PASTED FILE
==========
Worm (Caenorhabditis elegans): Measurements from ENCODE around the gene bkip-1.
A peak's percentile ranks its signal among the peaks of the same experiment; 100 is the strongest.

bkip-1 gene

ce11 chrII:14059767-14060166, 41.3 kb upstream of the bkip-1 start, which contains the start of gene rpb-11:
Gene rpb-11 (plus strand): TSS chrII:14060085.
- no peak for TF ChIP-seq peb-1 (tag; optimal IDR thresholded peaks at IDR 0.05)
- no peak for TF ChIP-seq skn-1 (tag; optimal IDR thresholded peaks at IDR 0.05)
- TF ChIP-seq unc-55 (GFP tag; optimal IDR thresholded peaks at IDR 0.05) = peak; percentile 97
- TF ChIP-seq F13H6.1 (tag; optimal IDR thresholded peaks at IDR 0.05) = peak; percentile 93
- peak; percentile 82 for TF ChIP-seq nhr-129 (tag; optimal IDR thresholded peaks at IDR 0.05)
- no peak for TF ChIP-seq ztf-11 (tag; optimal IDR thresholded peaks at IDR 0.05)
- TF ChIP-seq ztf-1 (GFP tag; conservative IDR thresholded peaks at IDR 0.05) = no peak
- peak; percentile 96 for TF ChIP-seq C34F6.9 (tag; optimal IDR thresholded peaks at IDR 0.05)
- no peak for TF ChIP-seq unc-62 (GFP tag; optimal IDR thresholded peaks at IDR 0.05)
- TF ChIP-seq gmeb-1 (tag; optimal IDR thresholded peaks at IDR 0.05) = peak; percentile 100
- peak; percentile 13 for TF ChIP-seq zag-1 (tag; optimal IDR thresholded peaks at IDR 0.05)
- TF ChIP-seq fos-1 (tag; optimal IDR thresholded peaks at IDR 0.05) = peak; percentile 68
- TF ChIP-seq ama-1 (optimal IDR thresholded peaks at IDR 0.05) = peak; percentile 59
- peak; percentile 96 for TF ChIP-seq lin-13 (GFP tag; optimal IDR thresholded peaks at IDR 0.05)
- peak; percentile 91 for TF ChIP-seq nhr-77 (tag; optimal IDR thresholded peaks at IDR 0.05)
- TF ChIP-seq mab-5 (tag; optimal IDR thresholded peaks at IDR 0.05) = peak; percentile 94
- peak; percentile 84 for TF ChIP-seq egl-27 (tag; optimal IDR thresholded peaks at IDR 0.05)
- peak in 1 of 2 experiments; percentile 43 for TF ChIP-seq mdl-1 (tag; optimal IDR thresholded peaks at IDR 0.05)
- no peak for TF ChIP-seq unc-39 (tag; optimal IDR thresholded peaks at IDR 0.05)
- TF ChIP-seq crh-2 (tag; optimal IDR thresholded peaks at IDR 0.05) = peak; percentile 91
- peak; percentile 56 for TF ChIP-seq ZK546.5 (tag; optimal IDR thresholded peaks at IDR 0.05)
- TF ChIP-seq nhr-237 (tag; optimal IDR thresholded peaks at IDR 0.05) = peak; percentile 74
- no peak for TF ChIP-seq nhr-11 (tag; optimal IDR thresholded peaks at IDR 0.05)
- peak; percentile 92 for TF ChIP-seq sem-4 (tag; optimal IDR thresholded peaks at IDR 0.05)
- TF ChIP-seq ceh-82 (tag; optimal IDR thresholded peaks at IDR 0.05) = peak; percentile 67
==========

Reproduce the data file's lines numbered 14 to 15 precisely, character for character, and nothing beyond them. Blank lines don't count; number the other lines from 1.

- no peak for TF ChIP-seq unc-62 (GFP tag; optimal IDR thresholded peaks at IDR 0.05)
- TF ChIP-seq gmeb-1 (tag; optimal IDR thresholded peaks at IDR 0.05) = peak; percentile 100